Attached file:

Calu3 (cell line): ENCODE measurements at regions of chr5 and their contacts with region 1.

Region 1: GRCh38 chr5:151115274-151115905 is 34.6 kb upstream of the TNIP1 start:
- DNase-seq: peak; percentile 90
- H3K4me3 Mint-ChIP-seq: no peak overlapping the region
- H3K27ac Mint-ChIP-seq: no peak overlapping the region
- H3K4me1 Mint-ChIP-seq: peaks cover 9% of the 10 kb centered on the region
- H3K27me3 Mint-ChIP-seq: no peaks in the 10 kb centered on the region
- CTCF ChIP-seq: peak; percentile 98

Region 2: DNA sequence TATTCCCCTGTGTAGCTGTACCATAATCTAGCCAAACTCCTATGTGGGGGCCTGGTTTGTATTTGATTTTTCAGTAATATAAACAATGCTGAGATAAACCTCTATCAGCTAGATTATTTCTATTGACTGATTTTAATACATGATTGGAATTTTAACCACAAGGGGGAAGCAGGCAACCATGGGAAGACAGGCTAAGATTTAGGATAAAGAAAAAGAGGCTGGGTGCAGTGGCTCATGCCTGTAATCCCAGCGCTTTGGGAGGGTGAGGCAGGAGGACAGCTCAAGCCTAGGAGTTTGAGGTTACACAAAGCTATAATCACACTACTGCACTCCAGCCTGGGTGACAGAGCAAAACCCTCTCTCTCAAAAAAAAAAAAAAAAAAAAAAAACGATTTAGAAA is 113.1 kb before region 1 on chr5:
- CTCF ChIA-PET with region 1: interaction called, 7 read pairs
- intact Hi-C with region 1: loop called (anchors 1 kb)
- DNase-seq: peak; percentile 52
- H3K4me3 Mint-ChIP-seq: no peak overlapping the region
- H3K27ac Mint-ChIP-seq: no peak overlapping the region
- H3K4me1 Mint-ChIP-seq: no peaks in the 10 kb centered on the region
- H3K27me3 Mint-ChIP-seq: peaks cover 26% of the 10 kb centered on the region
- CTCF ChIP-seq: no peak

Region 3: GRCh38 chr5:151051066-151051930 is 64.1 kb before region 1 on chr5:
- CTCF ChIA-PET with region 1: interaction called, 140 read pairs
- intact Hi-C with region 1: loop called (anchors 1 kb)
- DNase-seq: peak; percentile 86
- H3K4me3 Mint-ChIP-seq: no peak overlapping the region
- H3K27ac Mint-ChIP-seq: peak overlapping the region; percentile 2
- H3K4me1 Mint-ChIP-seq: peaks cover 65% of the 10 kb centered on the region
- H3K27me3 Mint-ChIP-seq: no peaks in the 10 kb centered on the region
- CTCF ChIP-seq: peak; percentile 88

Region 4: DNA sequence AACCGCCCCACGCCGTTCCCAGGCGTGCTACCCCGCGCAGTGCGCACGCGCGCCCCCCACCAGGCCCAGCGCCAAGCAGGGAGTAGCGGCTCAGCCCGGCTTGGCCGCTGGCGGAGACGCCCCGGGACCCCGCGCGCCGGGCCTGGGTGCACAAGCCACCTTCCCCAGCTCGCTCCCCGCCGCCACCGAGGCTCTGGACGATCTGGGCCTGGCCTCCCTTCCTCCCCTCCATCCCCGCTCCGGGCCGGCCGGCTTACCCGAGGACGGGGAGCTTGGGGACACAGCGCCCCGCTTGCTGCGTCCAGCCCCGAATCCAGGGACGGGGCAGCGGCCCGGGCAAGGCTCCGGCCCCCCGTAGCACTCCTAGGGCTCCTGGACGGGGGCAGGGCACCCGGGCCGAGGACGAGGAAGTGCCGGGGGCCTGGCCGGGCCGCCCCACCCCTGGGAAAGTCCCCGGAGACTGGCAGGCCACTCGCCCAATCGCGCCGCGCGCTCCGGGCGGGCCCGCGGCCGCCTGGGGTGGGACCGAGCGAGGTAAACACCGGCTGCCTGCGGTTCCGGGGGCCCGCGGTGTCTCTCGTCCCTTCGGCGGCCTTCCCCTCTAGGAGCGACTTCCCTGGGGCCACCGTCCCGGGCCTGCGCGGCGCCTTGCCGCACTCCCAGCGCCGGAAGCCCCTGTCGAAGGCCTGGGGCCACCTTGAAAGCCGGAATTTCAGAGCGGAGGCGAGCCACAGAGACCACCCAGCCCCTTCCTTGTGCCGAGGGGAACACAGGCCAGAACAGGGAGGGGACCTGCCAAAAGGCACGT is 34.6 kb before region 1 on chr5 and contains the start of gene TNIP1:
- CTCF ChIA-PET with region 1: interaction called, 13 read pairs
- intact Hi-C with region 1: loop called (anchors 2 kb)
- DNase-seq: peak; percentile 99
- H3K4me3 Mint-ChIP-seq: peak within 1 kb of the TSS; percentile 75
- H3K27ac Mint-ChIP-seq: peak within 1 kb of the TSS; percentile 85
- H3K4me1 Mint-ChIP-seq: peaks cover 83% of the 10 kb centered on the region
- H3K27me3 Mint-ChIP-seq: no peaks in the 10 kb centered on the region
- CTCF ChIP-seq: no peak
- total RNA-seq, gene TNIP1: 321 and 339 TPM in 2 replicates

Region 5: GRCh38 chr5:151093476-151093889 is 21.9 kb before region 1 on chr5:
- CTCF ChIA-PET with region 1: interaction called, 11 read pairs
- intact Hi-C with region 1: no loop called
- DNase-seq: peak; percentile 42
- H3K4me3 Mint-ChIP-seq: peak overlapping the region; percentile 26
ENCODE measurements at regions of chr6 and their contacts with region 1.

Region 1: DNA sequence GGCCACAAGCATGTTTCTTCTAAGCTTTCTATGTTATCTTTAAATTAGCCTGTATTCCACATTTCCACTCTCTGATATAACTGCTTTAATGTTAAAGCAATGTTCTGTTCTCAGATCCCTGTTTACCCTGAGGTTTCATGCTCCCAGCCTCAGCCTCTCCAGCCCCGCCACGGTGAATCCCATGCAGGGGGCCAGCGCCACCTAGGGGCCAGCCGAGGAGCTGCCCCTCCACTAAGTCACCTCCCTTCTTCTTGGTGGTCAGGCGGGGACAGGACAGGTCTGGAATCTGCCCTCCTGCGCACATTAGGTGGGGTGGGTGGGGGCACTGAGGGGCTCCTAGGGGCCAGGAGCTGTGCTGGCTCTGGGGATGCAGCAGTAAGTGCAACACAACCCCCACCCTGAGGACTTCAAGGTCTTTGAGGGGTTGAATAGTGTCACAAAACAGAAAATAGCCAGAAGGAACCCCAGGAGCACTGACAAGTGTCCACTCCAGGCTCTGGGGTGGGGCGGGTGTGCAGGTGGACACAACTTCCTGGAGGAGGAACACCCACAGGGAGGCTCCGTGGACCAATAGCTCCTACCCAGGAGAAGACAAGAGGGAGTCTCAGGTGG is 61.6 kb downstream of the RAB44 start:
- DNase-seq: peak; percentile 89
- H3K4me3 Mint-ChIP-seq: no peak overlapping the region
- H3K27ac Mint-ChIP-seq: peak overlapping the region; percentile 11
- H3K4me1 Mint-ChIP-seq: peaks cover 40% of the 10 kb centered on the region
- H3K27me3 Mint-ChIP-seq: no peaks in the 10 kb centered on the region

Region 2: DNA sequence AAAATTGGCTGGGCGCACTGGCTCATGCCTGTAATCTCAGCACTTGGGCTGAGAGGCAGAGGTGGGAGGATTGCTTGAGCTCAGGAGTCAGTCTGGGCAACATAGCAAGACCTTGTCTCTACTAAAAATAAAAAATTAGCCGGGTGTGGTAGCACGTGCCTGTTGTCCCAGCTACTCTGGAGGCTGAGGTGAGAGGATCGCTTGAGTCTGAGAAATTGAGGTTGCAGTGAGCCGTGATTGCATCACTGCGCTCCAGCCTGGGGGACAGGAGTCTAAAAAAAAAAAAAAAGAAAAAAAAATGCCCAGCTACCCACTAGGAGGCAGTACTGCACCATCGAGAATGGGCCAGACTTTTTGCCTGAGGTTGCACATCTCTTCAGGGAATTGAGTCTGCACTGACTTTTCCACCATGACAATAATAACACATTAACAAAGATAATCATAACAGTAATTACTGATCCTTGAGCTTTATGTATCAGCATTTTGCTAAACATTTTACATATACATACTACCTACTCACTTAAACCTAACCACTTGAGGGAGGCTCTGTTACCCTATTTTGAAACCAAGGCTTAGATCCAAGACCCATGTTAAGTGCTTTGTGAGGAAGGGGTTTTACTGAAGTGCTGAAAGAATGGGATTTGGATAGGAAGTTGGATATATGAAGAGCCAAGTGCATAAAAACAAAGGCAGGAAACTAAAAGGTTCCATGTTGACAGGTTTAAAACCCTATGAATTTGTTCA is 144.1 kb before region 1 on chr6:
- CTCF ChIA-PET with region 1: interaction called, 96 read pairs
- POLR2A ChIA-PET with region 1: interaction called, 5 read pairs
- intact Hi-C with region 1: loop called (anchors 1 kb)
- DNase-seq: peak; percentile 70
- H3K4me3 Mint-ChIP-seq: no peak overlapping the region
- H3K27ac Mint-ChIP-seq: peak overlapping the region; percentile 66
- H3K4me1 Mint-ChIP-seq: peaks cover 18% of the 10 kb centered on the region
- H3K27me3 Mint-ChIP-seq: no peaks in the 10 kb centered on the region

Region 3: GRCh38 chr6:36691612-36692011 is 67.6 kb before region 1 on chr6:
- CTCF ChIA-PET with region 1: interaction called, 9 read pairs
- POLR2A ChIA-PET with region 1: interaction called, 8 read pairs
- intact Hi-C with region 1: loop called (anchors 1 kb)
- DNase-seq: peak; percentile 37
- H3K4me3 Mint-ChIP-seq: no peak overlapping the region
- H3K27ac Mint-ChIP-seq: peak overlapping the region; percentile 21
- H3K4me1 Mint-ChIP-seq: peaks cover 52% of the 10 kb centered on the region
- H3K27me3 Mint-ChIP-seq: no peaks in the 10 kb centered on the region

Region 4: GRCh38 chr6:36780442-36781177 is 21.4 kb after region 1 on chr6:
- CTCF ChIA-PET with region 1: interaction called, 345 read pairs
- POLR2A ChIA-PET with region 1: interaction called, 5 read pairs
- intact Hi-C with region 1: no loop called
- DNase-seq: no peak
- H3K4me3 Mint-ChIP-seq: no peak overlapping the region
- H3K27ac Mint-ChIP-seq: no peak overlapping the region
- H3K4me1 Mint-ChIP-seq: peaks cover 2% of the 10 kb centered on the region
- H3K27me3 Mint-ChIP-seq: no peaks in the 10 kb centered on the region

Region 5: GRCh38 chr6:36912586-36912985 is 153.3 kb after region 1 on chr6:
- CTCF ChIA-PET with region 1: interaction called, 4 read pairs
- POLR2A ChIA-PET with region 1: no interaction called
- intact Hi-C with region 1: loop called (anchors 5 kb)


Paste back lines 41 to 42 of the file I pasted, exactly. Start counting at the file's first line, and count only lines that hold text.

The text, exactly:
- H3K4me3 Mint-ChIP-seq: peak overlapping the region; percentile 26
ENCODE measurements at regions of chr6 and their contacts with region 1.